Officers want to remind hunters that all substances placed for animal consumption, along with any affected soil, must be completely removed from the hunting area at least ten days prior to the hunting.

Poachers target Africa’s lions, vultures with poison

https://www.seattletimes.com/nation-world/poachers-target-africas-lions-vultures-with-poison/

By

JOHANNESBURG — Hundreds of vultures in Namibia died after feeding on an elephant carcass that poachers had poisoned. Poachers in Zimbabwe used cyanide to kill dozens of elephants for their ivory tusks. In Mozambique three lions died after eating bait infused with a crop pesticide.

Poisoning Africa’s wildlife is an old practice, but conservationists fear such incidents are escalating in some areas, saying relatively easy access to agricultural chemicals and the surging illegal market for animal parts are increasing pressure on a number of already beleaguered species. The threat is compounded by the indiscriminate nature of killing with poison, in which a single contaminated carcass can take down a range of animals, particularly scavengers such as vultures.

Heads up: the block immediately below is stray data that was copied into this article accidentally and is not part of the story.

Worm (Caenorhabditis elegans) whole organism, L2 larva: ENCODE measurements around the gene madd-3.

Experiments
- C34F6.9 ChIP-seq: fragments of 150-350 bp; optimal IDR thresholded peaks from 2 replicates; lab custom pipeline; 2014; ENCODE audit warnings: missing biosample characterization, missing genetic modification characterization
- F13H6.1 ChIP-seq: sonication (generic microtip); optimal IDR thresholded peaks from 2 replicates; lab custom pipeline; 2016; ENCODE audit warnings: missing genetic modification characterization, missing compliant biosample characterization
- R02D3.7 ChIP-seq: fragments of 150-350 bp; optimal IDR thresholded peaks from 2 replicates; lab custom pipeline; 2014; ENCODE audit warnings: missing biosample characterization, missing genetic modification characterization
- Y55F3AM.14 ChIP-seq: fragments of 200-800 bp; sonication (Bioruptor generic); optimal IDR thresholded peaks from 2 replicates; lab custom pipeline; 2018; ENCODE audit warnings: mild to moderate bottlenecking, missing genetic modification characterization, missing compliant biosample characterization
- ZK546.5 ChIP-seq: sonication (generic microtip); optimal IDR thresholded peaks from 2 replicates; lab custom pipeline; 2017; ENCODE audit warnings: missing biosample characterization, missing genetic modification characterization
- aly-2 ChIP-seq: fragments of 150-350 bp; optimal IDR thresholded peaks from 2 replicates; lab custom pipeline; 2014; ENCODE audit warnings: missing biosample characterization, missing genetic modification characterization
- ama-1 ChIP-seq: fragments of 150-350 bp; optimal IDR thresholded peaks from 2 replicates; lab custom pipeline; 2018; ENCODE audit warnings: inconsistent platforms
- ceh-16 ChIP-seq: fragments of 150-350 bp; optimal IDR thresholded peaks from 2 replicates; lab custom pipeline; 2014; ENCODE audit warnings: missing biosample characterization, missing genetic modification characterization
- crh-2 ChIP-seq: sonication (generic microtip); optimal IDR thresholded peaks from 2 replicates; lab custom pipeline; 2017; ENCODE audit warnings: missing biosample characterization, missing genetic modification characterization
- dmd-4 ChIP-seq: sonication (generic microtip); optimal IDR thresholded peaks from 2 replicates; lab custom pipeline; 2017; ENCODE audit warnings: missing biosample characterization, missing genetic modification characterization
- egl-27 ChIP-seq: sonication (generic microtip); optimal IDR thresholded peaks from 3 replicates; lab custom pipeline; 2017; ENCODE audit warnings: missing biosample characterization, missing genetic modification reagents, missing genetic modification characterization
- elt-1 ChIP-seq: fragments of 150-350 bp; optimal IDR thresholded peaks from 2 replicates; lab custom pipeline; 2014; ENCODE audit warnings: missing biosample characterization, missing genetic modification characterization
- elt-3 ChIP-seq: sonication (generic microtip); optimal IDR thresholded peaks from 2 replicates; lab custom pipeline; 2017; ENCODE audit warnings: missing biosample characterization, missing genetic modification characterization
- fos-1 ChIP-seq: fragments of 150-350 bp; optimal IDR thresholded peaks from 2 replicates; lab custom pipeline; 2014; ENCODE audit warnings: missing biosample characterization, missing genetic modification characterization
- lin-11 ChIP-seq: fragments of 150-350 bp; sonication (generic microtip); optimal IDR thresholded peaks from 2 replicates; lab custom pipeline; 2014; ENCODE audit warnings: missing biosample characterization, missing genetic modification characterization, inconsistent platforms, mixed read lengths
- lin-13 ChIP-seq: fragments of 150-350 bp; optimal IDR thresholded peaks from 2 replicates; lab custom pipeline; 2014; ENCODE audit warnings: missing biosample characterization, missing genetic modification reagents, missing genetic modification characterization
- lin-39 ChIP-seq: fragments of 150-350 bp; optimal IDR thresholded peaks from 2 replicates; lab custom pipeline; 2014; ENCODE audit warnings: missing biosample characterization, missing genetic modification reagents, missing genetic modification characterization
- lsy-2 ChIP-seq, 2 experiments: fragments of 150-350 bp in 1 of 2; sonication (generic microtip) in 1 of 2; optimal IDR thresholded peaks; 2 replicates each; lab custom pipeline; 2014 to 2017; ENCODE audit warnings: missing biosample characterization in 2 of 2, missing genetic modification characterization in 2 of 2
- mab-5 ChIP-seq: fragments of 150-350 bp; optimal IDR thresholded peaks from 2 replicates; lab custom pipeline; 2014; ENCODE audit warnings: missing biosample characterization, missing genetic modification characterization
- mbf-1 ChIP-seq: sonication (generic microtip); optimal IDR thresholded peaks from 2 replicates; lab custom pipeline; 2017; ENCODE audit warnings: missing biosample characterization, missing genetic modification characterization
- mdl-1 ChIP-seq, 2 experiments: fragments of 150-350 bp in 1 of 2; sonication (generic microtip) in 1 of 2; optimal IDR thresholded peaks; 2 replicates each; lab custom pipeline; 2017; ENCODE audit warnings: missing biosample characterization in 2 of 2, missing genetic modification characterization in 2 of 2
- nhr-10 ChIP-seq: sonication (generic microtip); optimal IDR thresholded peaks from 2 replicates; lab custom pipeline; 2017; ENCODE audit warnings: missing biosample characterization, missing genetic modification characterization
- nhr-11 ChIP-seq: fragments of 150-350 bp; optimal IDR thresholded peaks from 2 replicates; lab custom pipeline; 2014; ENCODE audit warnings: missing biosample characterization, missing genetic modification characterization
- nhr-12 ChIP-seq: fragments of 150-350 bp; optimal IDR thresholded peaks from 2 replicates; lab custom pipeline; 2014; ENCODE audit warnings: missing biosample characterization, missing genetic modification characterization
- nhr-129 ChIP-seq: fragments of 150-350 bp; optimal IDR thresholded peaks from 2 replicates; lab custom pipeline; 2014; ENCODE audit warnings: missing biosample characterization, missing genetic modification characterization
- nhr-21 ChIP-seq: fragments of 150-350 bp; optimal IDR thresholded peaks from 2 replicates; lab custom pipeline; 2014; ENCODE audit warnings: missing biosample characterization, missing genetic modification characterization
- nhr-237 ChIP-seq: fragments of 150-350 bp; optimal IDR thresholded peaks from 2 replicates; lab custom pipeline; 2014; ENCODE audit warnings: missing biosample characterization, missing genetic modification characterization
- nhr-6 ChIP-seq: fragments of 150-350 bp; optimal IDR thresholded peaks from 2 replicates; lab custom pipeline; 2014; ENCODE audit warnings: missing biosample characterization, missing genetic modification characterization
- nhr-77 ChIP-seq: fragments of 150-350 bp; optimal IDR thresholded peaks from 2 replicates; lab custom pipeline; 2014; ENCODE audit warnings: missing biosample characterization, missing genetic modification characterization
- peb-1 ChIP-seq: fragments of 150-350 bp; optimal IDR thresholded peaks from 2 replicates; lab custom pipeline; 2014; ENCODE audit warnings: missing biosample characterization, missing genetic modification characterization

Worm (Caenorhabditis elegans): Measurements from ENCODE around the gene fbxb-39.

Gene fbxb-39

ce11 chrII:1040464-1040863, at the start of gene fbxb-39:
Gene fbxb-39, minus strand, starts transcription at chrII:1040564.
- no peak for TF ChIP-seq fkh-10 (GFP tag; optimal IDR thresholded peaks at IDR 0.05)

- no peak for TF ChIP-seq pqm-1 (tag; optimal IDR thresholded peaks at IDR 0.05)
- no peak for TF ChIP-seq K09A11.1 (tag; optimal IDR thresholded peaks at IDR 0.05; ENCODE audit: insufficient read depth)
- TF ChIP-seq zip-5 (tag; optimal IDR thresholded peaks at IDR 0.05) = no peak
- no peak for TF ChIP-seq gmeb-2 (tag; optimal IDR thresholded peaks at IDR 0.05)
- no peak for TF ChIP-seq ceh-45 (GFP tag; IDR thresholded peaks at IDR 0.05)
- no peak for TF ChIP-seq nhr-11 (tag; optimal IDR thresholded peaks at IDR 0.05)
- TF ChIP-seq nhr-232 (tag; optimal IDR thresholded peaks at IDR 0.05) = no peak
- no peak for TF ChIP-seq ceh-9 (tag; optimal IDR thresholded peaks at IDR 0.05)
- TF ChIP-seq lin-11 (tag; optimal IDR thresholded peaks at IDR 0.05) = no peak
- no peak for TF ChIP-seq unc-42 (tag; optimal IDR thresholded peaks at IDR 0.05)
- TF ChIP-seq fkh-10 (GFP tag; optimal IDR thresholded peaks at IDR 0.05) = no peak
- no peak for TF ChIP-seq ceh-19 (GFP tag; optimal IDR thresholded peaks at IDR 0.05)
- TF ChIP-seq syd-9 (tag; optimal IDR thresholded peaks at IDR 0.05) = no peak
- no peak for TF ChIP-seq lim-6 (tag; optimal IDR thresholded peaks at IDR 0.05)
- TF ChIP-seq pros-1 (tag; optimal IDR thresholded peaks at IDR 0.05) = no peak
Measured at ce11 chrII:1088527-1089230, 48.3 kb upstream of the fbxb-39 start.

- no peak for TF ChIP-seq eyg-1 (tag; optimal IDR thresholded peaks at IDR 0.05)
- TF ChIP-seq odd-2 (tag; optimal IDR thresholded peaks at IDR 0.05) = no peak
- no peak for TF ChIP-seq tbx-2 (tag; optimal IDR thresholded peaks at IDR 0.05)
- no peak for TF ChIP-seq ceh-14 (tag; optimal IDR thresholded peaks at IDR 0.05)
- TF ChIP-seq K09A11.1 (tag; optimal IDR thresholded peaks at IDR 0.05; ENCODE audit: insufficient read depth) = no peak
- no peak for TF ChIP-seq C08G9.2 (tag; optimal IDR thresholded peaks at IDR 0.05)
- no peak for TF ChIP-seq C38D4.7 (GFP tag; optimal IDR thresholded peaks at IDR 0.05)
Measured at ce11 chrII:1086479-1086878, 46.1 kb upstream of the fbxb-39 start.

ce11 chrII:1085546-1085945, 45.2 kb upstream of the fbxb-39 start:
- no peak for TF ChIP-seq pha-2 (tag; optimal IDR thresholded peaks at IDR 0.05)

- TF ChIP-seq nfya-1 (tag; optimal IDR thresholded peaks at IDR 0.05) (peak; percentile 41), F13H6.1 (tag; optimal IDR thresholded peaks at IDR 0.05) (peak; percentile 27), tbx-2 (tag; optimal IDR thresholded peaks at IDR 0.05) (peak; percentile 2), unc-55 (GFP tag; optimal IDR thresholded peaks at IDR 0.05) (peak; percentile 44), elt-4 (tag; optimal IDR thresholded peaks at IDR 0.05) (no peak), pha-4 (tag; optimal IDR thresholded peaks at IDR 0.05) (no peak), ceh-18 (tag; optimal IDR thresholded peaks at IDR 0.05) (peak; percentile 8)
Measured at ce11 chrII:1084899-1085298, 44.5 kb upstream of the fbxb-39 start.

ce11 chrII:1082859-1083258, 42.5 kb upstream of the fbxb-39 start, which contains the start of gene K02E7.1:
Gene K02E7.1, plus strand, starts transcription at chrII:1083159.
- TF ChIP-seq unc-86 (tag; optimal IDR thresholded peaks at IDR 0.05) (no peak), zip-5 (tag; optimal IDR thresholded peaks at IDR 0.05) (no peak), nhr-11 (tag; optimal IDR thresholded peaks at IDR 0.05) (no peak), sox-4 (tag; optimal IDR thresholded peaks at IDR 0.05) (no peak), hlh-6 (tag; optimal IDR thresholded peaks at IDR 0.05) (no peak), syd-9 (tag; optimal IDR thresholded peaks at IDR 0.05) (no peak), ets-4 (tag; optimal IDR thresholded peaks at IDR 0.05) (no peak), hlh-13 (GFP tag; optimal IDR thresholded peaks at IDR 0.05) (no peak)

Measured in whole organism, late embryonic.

This month, a continent-wide database was launched to gather data on wildlife poisoning and better understand a phenomenon that has been widely documented in southern Africa, where a reported 70 lions have been fatally poisoned in the last 18 months, according to managers. While the African Wildlife Poisoning Database lacks records from underreported areas including Central Africa, it dates to 1961 and lists nearly 300 poisoning incidents in 15 African countries that killed more than 8,000 animals from dozens of species, including leopards, hyenas, impalas, cranes and storks.

 “It’s still a big work in progress,” said Darcy Ogada, a Kenya-based database coordinator and assistant director of Africa programs at The Peregrine Fund, a conservation group. The goal, Ogada said, is to get governments to pay more attention to the “underground world” of wildlife poisoning that also threatens livestock, water sources and people who eat meat from birds and other poisoned animals.

Poachers with guns have killed hundreds of thousands of elephants and thousands of rhinos in Africa in past years, but wildlife traffickers have increasingly laced carcasses with poison to target vultures that circle overhead and can draw the attention of anti-poaching rangers. Previously, poisons such as strychnine were primarily used by farmers to kill jackals, wild dogs and other predators that attack livestock, though some landowners and communities have responded positively to anti-poison campaigns.